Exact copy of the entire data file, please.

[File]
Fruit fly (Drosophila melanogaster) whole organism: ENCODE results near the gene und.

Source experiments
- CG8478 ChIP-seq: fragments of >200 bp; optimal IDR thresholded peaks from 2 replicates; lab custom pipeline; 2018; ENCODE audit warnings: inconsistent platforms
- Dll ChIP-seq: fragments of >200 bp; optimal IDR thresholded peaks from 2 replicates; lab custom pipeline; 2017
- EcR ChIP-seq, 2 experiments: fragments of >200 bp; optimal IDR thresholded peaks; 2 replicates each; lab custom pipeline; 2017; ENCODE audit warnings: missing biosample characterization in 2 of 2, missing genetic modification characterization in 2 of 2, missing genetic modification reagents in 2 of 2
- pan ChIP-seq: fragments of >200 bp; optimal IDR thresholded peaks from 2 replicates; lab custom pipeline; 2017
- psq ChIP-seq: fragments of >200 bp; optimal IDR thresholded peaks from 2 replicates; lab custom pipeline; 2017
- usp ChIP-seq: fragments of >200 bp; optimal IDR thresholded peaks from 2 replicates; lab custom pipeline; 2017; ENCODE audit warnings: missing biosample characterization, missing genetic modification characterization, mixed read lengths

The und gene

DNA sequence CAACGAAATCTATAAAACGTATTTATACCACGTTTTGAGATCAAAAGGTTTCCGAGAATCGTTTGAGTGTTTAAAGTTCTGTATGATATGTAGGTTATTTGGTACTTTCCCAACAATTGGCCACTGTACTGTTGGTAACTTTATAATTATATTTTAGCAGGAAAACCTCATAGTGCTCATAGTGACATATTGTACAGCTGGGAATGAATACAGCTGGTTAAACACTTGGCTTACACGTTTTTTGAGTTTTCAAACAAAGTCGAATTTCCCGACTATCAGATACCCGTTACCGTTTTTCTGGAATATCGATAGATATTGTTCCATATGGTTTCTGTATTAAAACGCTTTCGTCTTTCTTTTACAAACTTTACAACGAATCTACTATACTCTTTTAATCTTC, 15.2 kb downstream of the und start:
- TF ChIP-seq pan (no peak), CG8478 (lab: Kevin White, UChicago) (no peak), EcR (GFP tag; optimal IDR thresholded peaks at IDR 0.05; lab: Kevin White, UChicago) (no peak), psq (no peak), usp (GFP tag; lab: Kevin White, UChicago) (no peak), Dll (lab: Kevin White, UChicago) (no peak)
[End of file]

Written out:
Fruit fly (Drosophila melanogaster) whole organism: ENCODE results near the gene und.

Source experiments
- CG8478 ChIP-seq: fragments of >200 bp; optimal IDR thresholded peaks from 2 replicates; lab custom pipeline; 2018; ENCODE audit warnings: inconsistent platforms
- Dll ChIP-seq: fragments of >200 bp; optimal IDR thresholded peaks from 2 replicates; lab custom pipeline; 2017
- EcR ChIP-seq, 2 experiments: fragments of >200 bp; optimal IDR thresholded peaks; 2 replicates each; lab custom pipeline; 2017; ENCODE audit warnings: missing biosample characterization in 2 of 2, missing genetic modification characterization in 2 of 2, missing genetic modification reagents in 2 of 2
- pan ChIP-seq: fragments of >200 bp; optimal IDR thresholded peaks from 2 replicates; lab custom pipeline; 2017
- psq ChIP-seq: fragments of >200 bp; optimal IDR thresholded peaks from 2 replicates; lab custom pipeline; 2017
- usp ChIP-seq: fragments of >200 bp; optimal IDR thresholded peaks from 2 replicates; lab custom pipeline; 2017; ENCODE audit warnings: missing biosample characterization, missing genetic modification characterization, mixed read lengths

The und gene

DNA sequence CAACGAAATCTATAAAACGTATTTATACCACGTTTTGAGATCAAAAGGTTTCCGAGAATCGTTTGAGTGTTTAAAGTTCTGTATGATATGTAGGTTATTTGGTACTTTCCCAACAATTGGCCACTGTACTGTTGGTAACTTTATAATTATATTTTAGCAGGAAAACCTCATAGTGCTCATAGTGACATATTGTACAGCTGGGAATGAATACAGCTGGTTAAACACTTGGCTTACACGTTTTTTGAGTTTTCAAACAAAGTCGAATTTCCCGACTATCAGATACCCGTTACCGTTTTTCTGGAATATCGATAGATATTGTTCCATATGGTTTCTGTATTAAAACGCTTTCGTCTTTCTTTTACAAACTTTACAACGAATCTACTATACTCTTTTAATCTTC, 15.2 kb downstream of the und start:
- TF ChIP-seq pan (no peak), CG8478 (lab: Kevin White, UChicago) (no peak), EcR (GFP tag; optimal IDR thresholded peaks at IDR 0.05; lab: Kevin White, UChicago) (no peak), psq (no peak), usp (GFP tag; lab: Kevin White, UChicago) (no peak), Dll (lab: Kevin White, UChicago) (no peak)